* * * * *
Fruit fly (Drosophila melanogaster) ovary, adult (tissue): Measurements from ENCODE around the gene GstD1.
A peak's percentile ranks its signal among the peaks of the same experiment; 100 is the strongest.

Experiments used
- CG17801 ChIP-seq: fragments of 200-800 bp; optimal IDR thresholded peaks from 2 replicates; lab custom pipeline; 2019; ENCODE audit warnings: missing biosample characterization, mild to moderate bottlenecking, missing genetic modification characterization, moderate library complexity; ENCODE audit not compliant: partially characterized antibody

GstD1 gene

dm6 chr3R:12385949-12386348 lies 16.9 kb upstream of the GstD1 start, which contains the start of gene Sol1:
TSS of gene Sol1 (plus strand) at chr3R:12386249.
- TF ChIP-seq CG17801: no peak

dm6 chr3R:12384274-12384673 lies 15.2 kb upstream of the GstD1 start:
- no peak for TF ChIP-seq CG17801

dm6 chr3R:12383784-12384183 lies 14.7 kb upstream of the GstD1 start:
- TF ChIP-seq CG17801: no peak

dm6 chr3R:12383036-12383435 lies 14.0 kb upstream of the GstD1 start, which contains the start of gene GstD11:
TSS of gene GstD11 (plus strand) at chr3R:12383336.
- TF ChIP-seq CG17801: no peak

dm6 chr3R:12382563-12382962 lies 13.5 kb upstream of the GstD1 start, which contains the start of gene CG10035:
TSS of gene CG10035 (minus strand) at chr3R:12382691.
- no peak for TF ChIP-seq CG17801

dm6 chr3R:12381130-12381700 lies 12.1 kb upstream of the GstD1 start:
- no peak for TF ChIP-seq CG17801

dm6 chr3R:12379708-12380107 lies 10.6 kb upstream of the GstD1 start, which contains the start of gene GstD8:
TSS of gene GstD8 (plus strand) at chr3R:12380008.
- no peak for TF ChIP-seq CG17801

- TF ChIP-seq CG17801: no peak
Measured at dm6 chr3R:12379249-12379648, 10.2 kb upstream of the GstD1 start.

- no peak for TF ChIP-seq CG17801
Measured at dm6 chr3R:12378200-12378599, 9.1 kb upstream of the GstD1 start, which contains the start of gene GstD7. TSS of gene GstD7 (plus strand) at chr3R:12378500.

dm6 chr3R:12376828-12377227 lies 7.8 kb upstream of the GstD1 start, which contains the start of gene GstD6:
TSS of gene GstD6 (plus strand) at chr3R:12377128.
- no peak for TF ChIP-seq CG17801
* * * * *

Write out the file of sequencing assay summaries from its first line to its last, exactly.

Fruit fly (Drosophila melanogaster) ovary, adult (tissue): Measurements from ENCODE around the gene GstD1.
A peak's percentile ranks its signal among the peaks of the same experiment; 100 is the strongest.

Experiments used
- CG17801 ChIP-seq: fragments of 200-800 bp; optimal IDR thresholded peaks from 2 replicates; lab custom pipeline; 2019; ENCODE audit warnings: missing biosample characterization, mild to moderate bottlenecking, missing genetic modification characterization, moderate library complexity; ENCODE audit not compliant: partially characterized antibody

GstD1 gene

dm6 chr3R:12385949-12386348 lies 16.9 kb upstream of the GstD1 start, which contains the start of gene Sol1:
TSS of gene Sol1 (plus strand) at chr3R:12386249.
- TF ChIP-seq CG17801: no peak

dm6 chr3R:12384274-12384673 lies 15.2 kb upstream of the GstD1 start:
- no peak for TF ChIP-seq CG17801

dm6 chr3R:12383784-12384183 lies 14.7 kb upstream of the GstD1 start:
- TF ChIP-seq CG17801: no peak

dm6 chr3R:12383036-12383435 lies 14.0 kb upstream of the GstD1 start, which contains the start of gene GstD11:
TSS of gene GstD11 (plus strand) at chr3R:12383336.
- TF ChIP-seq CG17801: no peak

dm6 chr3R:12382563-12382962 lies 13.5 kb upstream of the GstD1 start, which contains the start of gene CG10035:
TSS of gene CG10035 (minus strand) at chr3R:12382691.
- no peak for TF ChIP-seq CG17801

dm6 chr3R:12381130-12381700 lies 12.1 kb upstream of the GstD1 start:
- no peak for TF ChIP-seq CG17801

dm6 chr3R:12379708-12380107 lies 10.6 kb upstream of the GstD1 start, which contains the start of gene GstD8:
TSS of gene GstD8 (plus strand) at chr3R:12380008.
- no peak for TF ChIP-seq CG17801

- TF ChIP-seq CG17801: no peak
Measured at dm6 chr3R:12379249-12379648, 10.2 kb upstream of the GstD1 start.

- no peak for TF ChIP-seq CG17801
Measured at dm6 chr3R:12378200-12378599, 9.1 kb upstream of the GstD1 start, which contains the start of gene GstD7. TSS of gene GstD7 (plus strand) at chr3R:12378500.

dm6 chr3R:12376828-12377227 lies 7.8 kb upstream of the GstD1 start, which contains the start of gene GstD6:
TSS of gene GstD6 (plus strand) at chr3R:12377128.
- no peak for TF ChIP-seq CG17801